Women Need to Make Most of Self Managed Superannuation
A recent study has shown that women on average have approximately $200,000 less in superannuation savings than men.
According to the study, the impact of maternity leave and part- time employment after women have children affects their career progression and earning capacity. But none of this is news.
What is interesting however, is the fact that women are not taking advantage of the benefits of self managed superannuation, despite having a longer life expectancy than men and hence needing more superannuation during retirement.
Fiona Reynolds of the Australian Institute of Superannuation Trustees chief executive comments on the typical superannuation behaviours of women during retirement “About 57 per cent have nothing left after a year”.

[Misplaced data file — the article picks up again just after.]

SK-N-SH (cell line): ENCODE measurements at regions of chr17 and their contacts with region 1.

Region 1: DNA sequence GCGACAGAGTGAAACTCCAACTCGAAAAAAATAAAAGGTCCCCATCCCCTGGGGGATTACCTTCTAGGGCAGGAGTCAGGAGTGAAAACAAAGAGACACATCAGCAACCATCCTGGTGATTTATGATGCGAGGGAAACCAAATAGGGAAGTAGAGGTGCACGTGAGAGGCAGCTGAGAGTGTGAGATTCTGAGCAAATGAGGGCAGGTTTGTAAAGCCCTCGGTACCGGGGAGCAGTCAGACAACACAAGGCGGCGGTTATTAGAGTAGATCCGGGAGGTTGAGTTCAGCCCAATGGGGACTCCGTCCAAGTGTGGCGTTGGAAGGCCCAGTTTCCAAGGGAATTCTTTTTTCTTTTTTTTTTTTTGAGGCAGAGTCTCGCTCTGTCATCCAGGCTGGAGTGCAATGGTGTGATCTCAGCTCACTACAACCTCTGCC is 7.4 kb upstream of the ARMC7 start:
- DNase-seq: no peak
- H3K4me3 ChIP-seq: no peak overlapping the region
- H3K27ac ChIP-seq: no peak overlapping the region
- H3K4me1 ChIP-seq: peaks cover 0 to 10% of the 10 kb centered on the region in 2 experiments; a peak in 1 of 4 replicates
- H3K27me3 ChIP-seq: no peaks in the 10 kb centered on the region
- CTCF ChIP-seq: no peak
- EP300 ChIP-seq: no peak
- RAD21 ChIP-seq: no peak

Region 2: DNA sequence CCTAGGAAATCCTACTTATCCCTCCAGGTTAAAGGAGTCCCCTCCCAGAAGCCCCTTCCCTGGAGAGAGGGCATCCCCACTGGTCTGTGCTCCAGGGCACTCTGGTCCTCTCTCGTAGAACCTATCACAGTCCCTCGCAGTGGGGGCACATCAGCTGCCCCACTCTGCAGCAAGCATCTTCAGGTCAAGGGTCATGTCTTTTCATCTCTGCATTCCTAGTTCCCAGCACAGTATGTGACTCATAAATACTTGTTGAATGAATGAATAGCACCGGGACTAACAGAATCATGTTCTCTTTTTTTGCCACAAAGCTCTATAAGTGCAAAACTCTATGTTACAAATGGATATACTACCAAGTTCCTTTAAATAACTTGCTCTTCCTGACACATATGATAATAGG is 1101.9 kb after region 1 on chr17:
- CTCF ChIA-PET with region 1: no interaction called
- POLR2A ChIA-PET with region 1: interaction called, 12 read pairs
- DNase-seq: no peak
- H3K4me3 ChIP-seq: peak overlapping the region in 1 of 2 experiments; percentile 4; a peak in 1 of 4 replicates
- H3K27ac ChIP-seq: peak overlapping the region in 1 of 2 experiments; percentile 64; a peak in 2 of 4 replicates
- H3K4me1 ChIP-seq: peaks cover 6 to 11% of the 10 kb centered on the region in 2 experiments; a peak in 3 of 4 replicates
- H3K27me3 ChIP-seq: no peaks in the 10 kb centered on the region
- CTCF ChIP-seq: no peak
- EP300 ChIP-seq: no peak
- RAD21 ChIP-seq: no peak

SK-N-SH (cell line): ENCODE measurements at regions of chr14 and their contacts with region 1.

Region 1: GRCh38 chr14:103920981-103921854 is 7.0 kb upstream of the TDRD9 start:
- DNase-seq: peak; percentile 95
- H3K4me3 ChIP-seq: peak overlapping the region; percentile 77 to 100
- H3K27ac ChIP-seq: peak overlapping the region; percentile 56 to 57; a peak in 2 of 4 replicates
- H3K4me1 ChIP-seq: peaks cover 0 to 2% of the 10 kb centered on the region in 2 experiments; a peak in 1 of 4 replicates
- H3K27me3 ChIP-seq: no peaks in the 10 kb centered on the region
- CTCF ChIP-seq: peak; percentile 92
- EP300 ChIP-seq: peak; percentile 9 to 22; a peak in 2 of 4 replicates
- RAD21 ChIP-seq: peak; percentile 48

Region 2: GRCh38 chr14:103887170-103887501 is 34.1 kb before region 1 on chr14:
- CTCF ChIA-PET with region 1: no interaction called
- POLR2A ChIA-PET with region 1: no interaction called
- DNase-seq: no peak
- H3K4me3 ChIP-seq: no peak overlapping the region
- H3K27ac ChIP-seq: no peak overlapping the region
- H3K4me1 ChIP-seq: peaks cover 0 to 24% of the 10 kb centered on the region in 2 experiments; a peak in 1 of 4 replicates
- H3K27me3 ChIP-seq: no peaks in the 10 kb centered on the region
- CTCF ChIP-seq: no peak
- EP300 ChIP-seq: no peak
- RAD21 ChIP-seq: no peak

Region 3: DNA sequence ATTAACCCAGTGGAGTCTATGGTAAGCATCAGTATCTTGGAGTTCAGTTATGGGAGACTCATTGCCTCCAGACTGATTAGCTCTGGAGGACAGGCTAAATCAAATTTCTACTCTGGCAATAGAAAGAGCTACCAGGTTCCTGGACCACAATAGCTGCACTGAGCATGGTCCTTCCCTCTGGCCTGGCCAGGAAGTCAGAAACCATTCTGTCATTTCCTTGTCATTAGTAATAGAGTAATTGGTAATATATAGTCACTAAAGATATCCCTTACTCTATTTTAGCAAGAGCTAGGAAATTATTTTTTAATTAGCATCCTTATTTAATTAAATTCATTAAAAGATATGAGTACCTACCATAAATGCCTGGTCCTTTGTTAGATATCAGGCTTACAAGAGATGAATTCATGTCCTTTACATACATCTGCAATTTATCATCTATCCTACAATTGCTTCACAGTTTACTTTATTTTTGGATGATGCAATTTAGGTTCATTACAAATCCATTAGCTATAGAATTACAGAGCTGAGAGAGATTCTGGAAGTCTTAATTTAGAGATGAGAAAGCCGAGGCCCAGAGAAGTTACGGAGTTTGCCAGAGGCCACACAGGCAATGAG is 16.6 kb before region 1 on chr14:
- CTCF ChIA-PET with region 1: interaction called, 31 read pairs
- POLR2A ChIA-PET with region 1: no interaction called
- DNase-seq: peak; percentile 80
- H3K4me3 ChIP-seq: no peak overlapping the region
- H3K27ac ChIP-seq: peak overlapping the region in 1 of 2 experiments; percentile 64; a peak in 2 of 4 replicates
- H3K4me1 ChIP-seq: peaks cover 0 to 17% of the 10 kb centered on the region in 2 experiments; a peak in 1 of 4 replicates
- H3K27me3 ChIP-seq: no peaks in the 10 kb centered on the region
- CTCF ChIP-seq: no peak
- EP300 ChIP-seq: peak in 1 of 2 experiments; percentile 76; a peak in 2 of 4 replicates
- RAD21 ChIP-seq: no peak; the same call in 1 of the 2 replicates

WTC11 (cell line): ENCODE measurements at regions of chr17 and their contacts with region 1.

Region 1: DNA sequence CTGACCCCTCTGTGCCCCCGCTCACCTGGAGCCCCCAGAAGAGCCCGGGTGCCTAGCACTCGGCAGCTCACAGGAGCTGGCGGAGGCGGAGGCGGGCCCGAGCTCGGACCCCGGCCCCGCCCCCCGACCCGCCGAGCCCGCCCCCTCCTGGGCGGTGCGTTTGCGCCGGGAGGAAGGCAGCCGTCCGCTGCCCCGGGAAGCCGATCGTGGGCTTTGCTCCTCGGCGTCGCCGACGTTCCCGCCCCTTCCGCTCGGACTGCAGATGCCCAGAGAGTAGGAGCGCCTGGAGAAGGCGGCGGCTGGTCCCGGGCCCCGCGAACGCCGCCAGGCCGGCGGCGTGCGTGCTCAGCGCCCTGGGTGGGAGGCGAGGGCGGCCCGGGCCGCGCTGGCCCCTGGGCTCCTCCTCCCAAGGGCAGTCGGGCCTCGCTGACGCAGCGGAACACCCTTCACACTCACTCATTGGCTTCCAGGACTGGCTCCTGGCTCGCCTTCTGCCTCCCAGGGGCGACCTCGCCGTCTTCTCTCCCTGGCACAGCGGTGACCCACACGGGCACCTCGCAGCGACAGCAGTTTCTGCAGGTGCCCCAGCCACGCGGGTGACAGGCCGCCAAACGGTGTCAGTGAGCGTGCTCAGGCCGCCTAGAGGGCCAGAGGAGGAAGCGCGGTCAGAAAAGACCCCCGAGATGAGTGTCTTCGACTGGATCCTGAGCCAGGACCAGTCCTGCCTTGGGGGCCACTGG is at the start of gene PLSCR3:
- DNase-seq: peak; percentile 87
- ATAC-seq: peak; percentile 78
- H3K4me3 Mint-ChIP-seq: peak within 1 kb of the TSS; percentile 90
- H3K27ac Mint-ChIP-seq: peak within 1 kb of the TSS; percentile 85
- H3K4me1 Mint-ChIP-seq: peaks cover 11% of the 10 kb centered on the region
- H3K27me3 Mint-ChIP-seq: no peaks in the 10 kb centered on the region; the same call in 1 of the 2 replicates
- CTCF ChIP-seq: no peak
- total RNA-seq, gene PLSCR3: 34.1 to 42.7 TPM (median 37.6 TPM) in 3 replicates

Reynolds also commented that ‘ the median superannuation balance of women currently in the workforce is just $27,200’.
Although the most obvious solution appears to be to contribute more than the required 9% of your salary into superannuation, the benefits of self managed super extend far beyond this.
One of the most effective ways of increasing your superannuation savings is to make the most of the superannuation contribution limits available to self managed super funds by Splitting your contributions with your spouse.
A spouse can salary sacrifice into their super fund and split this contribution between themselves and their partner. Women, who may be the lower income earner, therefore can benefit by contributing more to super and their spouse can take advantage of the tax deduction available.
Other types of contributions that can be split with a spouse include: Employer contributions and in some instances, personal contributions ( that you can claim a tax deduction for- this applies to self- employed people) .
A man can transfer up to 85% of his last years concessional contributions to his wife and vice versa.
Another benefit for women who aren’t working or who earn less than $10,800 a year, is that their husbands can receive a $540 tax rebate by making a contribution to superannuation of up to $3,000 on behalf of their wives. Men can make these contributions of up to$3000 every year!